• the presence of salts in the substrate: after evaluating the effects of the two consolidants onto uncontaminated specimens, their effects onto specimens containing salts in the pores need to be evaluated, as this would be the condition in the cave (complete salts removal before the consolidant application is not feasible). To do so, the amount and nature of the salts present in the limestone cave need to be specifically investigated and characterized, so that laboratory specimens can be prepared accordingly. Then, after preliminary salt contamination and consolidation, the durability of the treated specimens to further salt weathering should be evaluated by accelerated salt crystallization cycles. This should be carried out in the current environmental conditions of the cave or, in case it is possible to control them, in the adjusted environmental conditions that would be adopted for cave conservation.
In conclusion, the present study does not complete the research needed to address the complex issue of preserving the prehistoric paintings in the Magura cave but represents the first step towards this goal.

Author Contributions

Conceptualization, M.S., Z.K., E.S., and E.F.; methodology, E.S., E.F., P.S., and E.V.F.; investigation, E.S., E.F., P.S., and E.V.F.; visualization, E.S.; writing—original draft preparation, E.S.; writing—review and editing, E.F., M.S., Z.K., P.S., and E.V.F. All authors have read and agree to the published version of the manuscript.

Funding

This research received no external funding.

Acknowledgments

Marta Ripà is gratefully acknowledged for collaboration to the experimental tests.

Conflicts of Interest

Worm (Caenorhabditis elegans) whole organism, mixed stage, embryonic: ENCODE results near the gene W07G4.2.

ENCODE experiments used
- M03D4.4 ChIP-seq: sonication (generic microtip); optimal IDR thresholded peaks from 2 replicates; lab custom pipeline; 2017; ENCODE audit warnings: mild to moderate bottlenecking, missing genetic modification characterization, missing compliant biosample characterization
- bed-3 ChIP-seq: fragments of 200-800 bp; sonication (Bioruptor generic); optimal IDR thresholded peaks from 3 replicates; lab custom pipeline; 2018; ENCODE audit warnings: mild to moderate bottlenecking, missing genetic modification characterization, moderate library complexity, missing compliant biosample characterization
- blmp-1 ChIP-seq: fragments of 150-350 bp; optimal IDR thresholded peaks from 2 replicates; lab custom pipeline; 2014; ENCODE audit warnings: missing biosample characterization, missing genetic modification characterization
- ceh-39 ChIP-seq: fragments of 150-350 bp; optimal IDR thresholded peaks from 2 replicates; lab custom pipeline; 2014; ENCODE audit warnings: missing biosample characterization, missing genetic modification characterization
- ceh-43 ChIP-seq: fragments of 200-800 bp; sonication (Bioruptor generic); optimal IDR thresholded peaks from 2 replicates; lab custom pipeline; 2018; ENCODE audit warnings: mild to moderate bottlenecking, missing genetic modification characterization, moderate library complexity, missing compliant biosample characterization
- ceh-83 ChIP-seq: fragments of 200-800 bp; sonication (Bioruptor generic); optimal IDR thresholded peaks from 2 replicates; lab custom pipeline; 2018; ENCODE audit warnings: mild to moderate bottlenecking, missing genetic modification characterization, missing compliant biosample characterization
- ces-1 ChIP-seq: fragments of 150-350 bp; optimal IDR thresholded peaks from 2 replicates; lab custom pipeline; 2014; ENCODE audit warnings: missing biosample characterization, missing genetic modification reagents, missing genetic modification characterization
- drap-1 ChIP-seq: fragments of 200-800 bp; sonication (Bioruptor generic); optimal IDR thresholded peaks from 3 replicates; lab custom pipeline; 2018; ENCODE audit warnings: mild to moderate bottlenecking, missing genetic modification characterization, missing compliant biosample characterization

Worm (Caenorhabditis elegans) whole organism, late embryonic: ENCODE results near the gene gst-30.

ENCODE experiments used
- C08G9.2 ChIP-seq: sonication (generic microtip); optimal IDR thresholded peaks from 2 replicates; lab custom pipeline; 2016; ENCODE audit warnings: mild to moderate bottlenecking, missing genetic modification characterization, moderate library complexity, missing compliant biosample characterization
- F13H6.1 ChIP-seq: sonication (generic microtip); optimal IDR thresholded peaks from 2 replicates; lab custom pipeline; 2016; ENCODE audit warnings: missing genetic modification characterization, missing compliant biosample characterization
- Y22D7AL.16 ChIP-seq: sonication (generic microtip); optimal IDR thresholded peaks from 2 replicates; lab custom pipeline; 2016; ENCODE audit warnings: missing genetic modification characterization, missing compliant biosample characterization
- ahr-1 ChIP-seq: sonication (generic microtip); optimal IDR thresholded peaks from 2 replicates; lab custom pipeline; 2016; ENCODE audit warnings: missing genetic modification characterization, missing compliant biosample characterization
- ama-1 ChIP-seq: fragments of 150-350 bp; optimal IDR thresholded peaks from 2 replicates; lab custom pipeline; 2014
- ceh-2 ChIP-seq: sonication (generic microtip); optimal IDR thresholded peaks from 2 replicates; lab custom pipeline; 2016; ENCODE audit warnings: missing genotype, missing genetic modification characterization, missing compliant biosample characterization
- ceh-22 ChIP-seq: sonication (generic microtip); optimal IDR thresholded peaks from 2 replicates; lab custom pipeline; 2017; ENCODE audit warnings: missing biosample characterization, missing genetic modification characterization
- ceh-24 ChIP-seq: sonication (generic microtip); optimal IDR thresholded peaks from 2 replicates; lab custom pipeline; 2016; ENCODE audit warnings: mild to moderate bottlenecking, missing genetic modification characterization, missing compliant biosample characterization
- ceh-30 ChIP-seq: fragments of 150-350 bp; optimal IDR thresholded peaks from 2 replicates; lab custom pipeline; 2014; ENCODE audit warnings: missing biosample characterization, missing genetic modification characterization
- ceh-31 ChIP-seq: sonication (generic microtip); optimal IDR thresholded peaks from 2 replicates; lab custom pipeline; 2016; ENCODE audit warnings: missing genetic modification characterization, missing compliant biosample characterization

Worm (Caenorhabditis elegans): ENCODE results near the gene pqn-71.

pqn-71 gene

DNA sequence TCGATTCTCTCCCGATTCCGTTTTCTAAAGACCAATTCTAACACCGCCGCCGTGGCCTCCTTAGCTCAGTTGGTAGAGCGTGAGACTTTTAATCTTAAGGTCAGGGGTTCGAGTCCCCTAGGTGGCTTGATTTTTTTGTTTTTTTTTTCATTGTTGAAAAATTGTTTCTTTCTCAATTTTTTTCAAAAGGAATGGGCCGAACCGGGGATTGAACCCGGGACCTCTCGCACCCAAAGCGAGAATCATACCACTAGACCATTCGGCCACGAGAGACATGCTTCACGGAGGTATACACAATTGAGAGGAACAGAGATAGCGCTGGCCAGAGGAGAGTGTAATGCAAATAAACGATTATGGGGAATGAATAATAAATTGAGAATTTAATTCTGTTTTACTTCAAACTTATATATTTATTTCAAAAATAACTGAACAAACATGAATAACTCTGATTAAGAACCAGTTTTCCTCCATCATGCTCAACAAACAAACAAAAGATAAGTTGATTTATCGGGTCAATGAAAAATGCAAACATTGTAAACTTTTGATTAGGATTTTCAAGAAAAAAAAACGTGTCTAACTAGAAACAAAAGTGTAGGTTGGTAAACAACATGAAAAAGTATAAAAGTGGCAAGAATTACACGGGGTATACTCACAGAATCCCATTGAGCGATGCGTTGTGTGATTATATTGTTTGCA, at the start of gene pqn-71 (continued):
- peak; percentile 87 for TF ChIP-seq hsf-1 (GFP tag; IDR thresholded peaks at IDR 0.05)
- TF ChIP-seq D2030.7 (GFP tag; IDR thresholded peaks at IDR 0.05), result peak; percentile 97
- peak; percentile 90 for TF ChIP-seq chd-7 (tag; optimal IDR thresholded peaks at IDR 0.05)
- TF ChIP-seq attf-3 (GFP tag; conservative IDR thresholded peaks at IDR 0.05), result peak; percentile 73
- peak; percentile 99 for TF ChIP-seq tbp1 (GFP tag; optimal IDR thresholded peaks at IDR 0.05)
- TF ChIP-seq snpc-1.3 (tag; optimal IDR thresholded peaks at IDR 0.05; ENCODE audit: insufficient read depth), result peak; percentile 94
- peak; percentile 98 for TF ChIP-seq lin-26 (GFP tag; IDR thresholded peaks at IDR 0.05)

The authors declare no conflict of interest.

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Figure 1. General view of the Gallery with the paintings in the Magura cave (Bulgaria) (a,b), details of the cave paintings (c,d,e), and details of the deterioration patterns ((f,g,h)—cracks, powdering, blistering, and fragmentation of the limestone; (i,l)—biological colonization; (m)—cracking and loss of the original guano painting due to the drying of the surface and powdering of the stone).
Figure 1. General view of the Gallery with the paintings in the Magura cave (Bulgaria) (a,b), details of the cave paintings (c,d,e), and details of the deterioration patterns ((f,g,h)—cracks, powdering, blistering, and fragmentation of the limestone; (i,l)—biological colonization; (m)—cracking and loss of the original guano painting due to the drying of the surface and powdering of the stone).
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Figure 2. Procedure for guano application: sterilized dry guano (a) is added with water (b); after mixing (c), stone specimens (d) are covered with the first layer of guano (e) applied by brush; after about 2 min, the second layer of guano (f) is applied.
Figure 2. Procedure for guano application: sterilized dry guano (a) is added with water (b); after mixing (c), stone specimens (d) are covered with the first layer of guano (e) applied by brush; after about 2 min, the second layer of guano (f) is applied.
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Figure 3. Alteration of the specimen surface caused by consolidant application 30 min after guano application: 1 M DAP + 1 mM CaCl2 (a) and 0.1 M DAP + 0.1 mM CaCl2 in 30 vol.% (b).
Figure 3. Alteration of the specimen surface caused by consolidant application 30 min after guano application: 1 M DAP + 1 mM CaCl2 (a) and 0.1 M DAP + 0.1 mM CaCl2 in 30 vol.% (b).